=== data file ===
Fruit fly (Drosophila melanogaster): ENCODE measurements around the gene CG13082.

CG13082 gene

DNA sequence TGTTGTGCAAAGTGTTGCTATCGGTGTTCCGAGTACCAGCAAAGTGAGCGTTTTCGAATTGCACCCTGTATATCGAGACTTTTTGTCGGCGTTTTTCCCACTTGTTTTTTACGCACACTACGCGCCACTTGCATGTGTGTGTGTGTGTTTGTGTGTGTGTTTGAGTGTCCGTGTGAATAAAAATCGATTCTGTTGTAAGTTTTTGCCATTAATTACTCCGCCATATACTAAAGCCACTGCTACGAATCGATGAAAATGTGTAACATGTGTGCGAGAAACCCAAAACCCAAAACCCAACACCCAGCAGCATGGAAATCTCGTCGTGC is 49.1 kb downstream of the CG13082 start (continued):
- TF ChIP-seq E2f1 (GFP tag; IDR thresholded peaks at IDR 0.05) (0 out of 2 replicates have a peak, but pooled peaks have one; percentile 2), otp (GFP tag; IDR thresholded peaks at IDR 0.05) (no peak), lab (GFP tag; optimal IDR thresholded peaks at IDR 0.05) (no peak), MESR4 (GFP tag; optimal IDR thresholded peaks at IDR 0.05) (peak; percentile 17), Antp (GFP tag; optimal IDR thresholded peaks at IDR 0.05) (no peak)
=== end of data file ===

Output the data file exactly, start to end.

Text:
Fruit fly (Drosophila melanogaster): ENCODE measurements around the gene CG13082.

CG13082 gene

DNA sequence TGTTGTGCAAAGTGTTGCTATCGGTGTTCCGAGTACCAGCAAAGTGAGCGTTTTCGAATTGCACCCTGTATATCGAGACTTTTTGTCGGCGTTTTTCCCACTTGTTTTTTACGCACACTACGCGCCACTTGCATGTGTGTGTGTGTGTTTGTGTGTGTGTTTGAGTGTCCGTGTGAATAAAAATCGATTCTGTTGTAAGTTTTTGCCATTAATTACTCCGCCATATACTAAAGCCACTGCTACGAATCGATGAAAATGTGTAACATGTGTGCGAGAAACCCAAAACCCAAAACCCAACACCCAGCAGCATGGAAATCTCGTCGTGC is 49.1 kb downstream of the CG13082 start (continued):
- TF ChIP-seq E2f1 (GFP tag; IDR thresholded peaks at IDR 0.05) (0 out of 2 replicates have a peak, but pooled peaks have one; percentile 2), otp (GFP tag; IDR thresholded peaks at IDR 0.05) (no peak), lab (GFP tag; optimal IDR thresholded peaks at IDR 0.05) (no peak), MESR4 (GFP tag; optimal IDR thresholded peaks at IDR 0.05) (peak; percentile 17), Antp (GFP tag; optimal IDR thresholded peaks at IDR 0.05) (no peak)